Officer Who Pinned Knee on George Floyd’s Neck No Longer Faces 3rd-Degree Murder Charge
Facebook/Hennepin County Sheriff's Office

Derek Chauvin, the former Minneapolis police officer who has been accused of killing unarmed Black man George Floyd, is no longer facing one of his murder charges.

In a ruling issued Wednesday, Judge Peter Cahill of Hennepin County dropped Chauvin’s third-degree murder charge for Floyd’s May 25 death.

However, Chauvin still faces second-degree unintentional murder and second-degree manslaughter charges after he was seen on video pinning his knee on Floyd’s neck.

Cahill also denied motions to dismiss the aiding and abetting second-degree murder and aiding and abetting second-degree manslaughter charges against the other three former officers involved, Tou Thao, Thomas Lane, and J. Alexander Kueng.

In his decision, Cahill wrote that the state has met the burden of probable cause in the charges against Thao, Lane, and Kueng, and that a jury will decide whether the former officers are guilty or not.

After Cahill’s ruling went public, Minnesota Attorney General Keith Ellison, who is leading the prosecution, called it a "positive step forward in the path toward justice for George Floyd, his family, our community, and Minnesota."

"The court has sustained eight out of nine charges against the defendants in the murder of George Floyd, including the most serious charges against all four defendants," Ellison said, adding, "We look forward to presenting the prosecution's case to a jury in Hennepin County.”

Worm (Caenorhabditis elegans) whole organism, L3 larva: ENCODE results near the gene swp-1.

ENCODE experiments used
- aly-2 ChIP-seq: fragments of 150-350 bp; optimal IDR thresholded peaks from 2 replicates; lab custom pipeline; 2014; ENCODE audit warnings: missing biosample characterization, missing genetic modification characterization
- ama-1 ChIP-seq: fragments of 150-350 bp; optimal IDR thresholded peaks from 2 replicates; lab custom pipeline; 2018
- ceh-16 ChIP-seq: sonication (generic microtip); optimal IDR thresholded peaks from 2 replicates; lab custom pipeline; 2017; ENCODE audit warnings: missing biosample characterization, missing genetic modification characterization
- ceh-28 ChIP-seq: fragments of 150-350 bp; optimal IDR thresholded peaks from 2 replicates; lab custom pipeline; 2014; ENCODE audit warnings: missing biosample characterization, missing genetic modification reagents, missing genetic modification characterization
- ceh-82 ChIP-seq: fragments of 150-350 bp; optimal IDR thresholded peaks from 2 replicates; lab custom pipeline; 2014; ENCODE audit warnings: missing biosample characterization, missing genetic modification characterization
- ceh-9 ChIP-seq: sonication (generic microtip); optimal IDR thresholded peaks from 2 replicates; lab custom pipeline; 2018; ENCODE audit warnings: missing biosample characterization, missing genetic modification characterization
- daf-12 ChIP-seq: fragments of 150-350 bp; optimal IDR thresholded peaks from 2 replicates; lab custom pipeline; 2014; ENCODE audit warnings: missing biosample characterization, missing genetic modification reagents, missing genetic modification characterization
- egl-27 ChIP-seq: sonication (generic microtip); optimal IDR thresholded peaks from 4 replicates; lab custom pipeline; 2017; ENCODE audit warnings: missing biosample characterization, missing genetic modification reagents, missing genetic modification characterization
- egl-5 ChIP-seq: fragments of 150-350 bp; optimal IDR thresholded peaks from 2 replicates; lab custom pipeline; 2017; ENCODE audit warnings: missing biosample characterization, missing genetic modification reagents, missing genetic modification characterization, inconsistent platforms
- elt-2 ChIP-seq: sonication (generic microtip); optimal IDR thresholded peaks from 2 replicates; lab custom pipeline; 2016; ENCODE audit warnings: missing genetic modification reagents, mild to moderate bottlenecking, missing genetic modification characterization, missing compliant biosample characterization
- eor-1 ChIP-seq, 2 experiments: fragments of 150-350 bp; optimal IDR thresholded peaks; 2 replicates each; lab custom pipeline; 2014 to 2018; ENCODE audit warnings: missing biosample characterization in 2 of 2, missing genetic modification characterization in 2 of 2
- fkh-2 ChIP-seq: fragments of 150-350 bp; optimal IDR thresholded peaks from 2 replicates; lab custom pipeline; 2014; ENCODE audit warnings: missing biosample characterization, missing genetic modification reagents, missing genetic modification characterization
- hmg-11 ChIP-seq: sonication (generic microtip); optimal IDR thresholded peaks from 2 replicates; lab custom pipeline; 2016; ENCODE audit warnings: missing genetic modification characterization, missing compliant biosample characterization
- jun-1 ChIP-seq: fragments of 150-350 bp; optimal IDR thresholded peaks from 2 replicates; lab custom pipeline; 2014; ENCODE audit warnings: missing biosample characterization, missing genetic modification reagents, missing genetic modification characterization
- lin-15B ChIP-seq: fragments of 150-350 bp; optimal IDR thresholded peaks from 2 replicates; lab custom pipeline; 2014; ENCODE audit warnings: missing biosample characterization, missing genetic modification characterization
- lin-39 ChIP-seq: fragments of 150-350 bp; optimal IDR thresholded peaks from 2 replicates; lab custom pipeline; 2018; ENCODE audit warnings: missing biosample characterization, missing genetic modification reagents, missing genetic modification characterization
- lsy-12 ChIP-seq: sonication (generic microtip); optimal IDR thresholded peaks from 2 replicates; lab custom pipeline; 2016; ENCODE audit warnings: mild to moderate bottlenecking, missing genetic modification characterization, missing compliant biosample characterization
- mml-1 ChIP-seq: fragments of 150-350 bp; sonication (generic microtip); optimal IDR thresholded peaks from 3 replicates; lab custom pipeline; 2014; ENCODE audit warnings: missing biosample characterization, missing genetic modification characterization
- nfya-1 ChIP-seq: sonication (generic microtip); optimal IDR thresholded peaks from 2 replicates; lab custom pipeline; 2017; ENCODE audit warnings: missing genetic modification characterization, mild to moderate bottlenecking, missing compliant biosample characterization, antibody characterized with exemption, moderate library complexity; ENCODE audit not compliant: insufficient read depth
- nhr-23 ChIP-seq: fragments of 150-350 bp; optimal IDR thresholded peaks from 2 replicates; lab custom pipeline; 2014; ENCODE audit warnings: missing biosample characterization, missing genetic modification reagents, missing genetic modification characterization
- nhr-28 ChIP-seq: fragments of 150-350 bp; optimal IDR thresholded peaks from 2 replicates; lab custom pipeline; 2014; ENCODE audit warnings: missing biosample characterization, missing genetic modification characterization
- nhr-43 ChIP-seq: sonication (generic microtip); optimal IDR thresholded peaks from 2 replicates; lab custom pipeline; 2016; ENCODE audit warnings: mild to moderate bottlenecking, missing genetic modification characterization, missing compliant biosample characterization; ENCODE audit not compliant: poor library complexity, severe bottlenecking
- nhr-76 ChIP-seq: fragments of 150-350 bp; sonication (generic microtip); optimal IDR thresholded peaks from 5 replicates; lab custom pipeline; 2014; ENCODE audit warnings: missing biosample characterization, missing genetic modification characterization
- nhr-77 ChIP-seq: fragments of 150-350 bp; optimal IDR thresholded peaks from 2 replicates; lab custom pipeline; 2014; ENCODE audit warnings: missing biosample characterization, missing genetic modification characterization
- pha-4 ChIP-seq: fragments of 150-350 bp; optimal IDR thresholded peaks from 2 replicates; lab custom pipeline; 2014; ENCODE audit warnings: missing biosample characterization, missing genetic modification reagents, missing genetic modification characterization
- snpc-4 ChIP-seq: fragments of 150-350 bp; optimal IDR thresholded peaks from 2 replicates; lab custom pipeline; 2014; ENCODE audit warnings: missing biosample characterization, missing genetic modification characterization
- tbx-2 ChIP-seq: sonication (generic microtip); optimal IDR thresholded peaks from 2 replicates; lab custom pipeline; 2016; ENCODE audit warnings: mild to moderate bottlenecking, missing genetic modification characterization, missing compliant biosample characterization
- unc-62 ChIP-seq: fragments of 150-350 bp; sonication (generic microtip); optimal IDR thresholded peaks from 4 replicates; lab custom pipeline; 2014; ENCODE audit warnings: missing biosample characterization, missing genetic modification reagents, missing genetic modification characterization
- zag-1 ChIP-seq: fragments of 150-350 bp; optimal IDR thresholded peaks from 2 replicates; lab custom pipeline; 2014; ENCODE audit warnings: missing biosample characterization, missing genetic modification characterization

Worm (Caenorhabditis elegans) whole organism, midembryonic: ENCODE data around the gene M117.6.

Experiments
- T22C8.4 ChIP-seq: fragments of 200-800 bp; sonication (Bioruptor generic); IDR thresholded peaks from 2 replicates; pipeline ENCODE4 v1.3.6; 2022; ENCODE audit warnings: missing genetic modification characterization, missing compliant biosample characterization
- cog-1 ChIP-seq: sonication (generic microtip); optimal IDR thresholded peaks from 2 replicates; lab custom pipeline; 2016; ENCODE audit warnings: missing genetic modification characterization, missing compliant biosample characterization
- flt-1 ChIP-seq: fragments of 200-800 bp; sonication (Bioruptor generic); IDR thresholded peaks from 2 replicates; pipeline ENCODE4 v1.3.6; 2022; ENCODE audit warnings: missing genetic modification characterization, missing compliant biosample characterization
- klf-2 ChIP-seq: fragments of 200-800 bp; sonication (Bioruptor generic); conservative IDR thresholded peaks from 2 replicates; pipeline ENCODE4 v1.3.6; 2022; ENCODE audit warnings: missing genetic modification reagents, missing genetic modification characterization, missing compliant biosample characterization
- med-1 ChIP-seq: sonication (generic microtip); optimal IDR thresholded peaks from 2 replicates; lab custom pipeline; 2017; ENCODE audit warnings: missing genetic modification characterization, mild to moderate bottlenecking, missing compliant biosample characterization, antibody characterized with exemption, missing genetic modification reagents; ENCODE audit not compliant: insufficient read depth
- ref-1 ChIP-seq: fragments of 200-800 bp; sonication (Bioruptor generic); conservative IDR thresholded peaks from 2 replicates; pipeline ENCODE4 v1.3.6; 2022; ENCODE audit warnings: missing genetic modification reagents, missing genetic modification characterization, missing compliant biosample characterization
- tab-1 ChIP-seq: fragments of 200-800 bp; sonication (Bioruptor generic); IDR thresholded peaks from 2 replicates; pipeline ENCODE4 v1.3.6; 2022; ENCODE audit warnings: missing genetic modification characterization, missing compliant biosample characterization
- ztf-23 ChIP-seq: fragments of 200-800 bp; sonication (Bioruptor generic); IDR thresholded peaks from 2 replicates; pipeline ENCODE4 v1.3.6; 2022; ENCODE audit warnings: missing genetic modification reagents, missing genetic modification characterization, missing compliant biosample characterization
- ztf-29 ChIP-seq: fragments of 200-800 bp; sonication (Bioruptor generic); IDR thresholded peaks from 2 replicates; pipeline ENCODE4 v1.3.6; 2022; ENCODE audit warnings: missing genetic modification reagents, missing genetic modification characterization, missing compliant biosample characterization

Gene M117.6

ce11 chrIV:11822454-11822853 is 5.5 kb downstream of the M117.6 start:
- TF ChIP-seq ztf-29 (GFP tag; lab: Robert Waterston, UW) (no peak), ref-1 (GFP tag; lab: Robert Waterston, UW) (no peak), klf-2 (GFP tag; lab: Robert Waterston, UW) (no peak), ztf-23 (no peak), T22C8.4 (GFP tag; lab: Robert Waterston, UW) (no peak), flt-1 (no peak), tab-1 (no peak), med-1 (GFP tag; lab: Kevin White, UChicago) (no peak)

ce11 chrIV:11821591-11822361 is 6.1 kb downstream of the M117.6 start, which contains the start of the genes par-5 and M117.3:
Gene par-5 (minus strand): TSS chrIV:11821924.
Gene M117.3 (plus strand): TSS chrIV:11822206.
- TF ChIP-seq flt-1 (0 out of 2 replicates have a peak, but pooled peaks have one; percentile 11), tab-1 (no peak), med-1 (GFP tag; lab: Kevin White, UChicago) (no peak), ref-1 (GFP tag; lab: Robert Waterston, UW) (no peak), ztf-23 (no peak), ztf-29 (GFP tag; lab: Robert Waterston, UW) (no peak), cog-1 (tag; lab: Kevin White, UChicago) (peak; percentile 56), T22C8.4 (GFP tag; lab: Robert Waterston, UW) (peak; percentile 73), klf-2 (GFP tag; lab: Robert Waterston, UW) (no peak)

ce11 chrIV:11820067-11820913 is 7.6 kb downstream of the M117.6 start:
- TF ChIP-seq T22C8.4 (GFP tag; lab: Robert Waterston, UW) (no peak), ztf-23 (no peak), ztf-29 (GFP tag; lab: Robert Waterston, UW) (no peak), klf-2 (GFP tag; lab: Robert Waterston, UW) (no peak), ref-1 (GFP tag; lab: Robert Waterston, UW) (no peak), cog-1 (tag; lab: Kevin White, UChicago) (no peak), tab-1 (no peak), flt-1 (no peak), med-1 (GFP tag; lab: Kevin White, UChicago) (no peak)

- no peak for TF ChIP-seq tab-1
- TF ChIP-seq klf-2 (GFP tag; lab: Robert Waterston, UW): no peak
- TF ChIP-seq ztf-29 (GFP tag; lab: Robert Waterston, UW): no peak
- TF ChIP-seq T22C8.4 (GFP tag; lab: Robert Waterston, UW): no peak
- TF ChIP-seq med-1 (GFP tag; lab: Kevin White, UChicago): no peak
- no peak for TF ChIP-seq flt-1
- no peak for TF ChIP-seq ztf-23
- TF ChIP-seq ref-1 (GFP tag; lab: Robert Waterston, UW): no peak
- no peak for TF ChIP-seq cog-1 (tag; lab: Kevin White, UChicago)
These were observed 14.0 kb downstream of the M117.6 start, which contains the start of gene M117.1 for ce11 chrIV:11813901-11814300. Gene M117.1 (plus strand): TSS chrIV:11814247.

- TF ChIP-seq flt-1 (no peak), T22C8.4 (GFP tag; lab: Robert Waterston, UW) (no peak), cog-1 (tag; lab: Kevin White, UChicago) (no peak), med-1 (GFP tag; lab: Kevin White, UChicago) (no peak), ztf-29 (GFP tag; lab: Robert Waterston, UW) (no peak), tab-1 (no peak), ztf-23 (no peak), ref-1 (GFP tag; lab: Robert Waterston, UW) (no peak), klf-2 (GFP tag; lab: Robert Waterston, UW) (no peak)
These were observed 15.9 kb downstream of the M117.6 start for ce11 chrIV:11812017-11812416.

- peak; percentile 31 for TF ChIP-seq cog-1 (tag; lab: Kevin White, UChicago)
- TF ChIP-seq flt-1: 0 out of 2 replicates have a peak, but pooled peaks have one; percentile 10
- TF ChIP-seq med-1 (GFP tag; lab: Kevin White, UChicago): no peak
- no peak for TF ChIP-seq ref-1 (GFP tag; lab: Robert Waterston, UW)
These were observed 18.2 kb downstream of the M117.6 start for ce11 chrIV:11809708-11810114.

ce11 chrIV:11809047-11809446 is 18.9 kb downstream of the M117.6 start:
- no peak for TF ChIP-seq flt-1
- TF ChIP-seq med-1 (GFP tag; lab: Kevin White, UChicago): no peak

Per the Associated Press, prosecutors argue that Chauvin intentionally assaulted Floyd and that the other officers assisted.

However, Chauvin’s attorney says his client had no intent to assault or kill Floyd. The attorneys for the other officers claim their clients did not intend or conspire to help Chauvin.

Earlier this month, Chauvin was released from Oak Park Heights Correctional Facility after posting bail.

Per a May press release from the Minneapolis Police Department, authorities arrived at the 3700 block of Chicago Avenue South on the night of May 25 in response to an alleged forgery in progress.

While the police release says Floyd “physically resisted officers,” this claim has been the subject of much debate.

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